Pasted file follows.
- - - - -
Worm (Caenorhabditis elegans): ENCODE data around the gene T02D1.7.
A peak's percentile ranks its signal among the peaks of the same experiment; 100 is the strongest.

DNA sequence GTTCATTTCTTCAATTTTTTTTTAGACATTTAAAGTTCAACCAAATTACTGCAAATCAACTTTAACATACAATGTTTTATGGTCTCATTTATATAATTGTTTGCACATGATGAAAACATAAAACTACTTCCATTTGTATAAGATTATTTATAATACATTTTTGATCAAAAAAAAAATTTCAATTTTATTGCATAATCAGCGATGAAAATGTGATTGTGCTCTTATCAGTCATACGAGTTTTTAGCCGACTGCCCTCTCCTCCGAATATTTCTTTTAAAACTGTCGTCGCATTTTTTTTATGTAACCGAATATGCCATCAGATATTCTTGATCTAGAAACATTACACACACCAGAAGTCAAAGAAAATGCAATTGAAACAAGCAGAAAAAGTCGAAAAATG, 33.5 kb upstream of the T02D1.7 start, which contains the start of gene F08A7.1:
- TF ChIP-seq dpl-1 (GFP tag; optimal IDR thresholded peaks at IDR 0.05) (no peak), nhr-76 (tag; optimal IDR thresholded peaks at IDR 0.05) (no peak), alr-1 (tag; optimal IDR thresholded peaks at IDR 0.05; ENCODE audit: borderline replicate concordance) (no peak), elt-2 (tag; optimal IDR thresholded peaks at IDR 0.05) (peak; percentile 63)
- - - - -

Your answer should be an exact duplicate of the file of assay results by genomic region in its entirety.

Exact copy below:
Worm (Caenorhabditis elegans): ENCODE data around the gene T02D1.7.
A peak's percentile ranks its signal among the peaks of the same experiment; 100 is the strongest.

DNA sequence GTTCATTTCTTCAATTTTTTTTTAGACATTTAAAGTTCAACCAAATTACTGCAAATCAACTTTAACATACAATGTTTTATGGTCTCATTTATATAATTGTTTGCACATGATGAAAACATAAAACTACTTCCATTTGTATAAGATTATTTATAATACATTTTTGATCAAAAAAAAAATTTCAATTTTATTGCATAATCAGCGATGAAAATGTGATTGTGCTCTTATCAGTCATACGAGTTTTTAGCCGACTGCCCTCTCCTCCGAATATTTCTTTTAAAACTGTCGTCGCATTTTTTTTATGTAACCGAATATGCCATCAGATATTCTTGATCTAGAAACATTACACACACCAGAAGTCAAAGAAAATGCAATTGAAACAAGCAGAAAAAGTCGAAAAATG, 33.5 kb upstream of the T02D1.7 start, which contains the start of gene F08A7.1:
- TF ChIP-seq dpl-1 (GFP tag; optimal IDR thresholded peaks at IDR 0.05) (no peak), nhr-76 (tag; optimal IDR thresholded peaks at IDR 0.05) (no peak), alr-1 (tag; optimal IDR thresholded peaks at IDR 0.05; ENCODE audit: borderline replicate concordance) (no peak), elt-2 (tag; optimal IDR thresholded peaks at IDR 0.05) (peak; percentile 63)